CD: What are some advantages and obstacles, in your opinion, of being associated with a community or tradition in poetry that defines itself in part by gender, specifically the identity of ‘woman’? Do you have any reflections you could share with us on the issue of gender and poetics?

LW: I doubt I have anything new to say on that huge and many-branched topic. I identify as a woman and I write poetry, and obviously my ways of seeing and experiencing the world, as a woman, necessarily come to play in what I write, and how I read, and what I’m drawn to read, and how I read the world, and how the world reads me, etc., etc. And this has many implications for what work I end up having access to, and who has access to my work, and how such work is contextualized (VIDA is doing amazing work around these issues.) I feel a deep debt to people like Kathleen Fraser and Patricia Dienstfrey and countless others for making a space for poetry by women when there was very little space for it; and of course that space is still contested and fraught in many ways (see VIDA again), though better, I think, than what it’s been in the past; and of course again gender is just one of the lenses through which we can examine what work is celebrated/ read/ published, and by whom, and how those things are decided. Access and prestige and visibility are huge issues.

At the same time, of course, identity read in a simplistic way is, well, simplistic. It would be ridiculous to read my poetry to find out “what a woman thinks,” or “what women’s poetry is like”—in that weird but weirdly persistent way of reading poetry outside a dominant mode— as if I or anyone can somehow stand in for a group we’re a part of. I guess I believe in constellation rather than essentialism.

So I guess I see such associations as wonderful when they open things up and not so great when they shut things down. “Open things up” by providing space and access and opportunities to share work and explore poetry that moves away from assumptions of the mainstream. “Shut things down” by essentializing one aspect of someone’s very complex identity and making sweeping generalizations based upon it. But that’s more about how these groupings or associations are interpreted or misinterpreted, perhaps?— than about being a part of them.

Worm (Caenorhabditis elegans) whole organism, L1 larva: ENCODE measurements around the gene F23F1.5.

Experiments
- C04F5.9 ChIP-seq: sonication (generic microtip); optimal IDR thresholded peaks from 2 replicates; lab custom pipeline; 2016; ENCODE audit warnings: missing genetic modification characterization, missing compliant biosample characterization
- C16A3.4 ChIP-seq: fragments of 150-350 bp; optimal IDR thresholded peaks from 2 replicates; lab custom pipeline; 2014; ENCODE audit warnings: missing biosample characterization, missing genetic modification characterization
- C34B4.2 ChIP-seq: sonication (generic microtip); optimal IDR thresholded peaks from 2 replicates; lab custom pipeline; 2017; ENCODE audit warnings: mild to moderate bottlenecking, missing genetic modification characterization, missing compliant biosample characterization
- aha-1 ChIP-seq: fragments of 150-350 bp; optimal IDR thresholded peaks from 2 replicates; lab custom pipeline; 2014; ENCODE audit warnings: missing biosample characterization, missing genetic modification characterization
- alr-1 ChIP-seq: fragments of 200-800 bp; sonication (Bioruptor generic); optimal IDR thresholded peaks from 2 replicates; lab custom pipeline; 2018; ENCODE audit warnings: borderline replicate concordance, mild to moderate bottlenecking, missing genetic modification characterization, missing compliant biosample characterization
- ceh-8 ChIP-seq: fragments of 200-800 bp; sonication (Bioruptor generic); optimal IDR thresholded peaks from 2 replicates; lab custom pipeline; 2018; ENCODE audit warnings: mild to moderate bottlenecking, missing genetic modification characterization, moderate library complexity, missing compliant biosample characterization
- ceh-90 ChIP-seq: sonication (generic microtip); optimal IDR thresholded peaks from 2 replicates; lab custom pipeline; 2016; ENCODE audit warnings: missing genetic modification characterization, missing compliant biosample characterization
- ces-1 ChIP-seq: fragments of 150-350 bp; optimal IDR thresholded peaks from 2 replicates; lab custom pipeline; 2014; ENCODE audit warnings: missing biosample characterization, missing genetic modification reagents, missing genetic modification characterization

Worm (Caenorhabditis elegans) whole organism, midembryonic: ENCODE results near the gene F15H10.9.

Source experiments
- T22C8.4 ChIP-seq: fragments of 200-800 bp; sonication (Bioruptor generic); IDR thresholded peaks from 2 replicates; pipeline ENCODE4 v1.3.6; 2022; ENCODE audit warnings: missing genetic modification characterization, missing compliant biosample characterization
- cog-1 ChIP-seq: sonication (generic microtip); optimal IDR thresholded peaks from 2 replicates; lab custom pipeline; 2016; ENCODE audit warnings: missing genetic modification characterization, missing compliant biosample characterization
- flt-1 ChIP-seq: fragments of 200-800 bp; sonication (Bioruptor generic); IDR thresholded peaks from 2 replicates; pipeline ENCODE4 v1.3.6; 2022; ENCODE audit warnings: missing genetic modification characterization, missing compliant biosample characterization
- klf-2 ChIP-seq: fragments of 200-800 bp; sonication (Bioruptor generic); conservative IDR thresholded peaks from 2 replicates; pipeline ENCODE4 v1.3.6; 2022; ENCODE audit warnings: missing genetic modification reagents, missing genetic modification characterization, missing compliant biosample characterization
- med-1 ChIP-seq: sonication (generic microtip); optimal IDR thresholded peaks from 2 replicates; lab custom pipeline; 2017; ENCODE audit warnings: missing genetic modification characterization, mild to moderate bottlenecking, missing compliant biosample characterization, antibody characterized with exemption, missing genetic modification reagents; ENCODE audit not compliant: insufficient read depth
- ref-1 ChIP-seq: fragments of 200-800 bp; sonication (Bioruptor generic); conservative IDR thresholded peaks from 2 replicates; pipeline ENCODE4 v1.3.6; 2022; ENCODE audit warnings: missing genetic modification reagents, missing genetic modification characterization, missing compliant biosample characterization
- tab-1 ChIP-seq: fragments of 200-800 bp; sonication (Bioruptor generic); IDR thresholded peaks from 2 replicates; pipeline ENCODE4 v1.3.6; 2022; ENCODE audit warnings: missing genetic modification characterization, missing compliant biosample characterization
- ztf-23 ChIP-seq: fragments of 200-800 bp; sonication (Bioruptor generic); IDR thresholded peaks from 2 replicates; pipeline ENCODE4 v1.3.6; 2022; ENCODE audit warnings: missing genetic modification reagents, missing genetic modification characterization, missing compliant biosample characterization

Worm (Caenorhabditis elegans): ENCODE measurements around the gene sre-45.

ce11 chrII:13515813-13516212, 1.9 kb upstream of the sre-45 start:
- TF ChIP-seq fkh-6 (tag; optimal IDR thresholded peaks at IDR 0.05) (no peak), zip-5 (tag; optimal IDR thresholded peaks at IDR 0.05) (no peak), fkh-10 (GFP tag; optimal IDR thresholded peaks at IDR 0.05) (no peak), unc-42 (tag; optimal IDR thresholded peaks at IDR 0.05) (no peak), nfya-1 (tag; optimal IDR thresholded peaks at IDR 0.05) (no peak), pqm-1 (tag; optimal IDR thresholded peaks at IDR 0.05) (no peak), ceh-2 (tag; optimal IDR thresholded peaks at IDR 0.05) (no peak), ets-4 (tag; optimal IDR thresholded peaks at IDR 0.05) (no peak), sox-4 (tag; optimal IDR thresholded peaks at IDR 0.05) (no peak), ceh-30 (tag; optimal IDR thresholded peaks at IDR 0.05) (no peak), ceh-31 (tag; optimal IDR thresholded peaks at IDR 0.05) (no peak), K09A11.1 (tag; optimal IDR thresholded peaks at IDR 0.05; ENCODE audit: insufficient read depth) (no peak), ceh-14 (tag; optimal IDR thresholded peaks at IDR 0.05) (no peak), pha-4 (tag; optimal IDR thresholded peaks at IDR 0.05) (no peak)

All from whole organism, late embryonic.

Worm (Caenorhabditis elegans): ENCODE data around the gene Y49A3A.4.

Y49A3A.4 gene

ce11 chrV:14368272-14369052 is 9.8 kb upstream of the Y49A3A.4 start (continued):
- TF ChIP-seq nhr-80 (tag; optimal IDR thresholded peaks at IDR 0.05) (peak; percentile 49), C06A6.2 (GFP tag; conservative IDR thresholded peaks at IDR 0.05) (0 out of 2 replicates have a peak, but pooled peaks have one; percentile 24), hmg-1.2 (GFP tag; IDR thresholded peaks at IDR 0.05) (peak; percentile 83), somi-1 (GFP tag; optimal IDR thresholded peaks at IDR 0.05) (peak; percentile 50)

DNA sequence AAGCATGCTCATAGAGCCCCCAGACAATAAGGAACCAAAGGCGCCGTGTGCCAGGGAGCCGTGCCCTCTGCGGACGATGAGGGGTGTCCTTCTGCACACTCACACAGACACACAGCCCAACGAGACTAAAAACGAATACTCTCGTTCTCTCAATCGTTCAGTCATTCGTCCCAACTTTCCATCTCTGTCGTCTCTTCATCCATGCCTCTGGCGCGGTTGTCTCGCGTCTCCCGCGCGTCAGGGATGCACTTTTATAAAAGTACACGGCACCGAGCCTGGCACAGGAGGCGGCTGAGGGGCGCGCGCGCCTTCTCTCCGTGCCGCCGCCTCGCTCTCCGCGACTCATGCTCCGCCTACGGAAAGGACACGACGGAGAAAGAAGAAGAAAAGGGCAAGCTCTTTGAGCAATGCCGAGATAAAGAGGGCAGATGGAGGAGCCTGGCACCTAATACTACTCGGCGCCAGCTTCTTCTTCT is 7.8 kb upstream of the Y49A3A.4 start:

CD: What’s exciting to you about contemporary poetry? What are you reading right now?

LW: I remember Stacy Doris talking once about how she entered a new book of poetry— from the middle, skipping around as she liked, and hardly ever from beginning to end. And I was so struck by what I took as the freedom of that, the boldness of the recognition that we meet a book where we are, from where we are, because of where we are—her embracing of the subjectivity of reading, as I understood it.

It’s in part why I always find myself on the opposite side of arguments about there being “too much poetry”, about poetry being published “too soon,” whatever that means—that there’s too much chaff vs. wheat, I guess. Bring on the chaff, I say—maybe I like chaff. Maybe chaff is exactly what I need to read at this moment; one woman’s chaff is another woman’s, etc. Which is quite different from saying I like everything, but rather I’m grateful for the proliferation. I’m excited that we can publish each other in affordable ways, that there are so many micro-communities around reading series and blogs and online magazines and installations, as well as books-in-paper. That there’s room. I think there are still plenty of thorny issues around resources and access and prestige, as I said above, but I’m excited for the ways in which we can encounter work outside the land of contests and book publication.

It also means, though, that there’s always more work I want to read than I have time to read. And I read slowly. Recently I’ve been reading Tiff Dressen, Todd Melicker, Martin Camps, Teresa Miller, Joseph Lease, giovanni singleton, John Sakkis, Jenn McCreary, Sarah Vap. And I have a huge stack of books and bookmarked websites waiting for me.

CD: Aside from poetry, what influences your work and your thinking?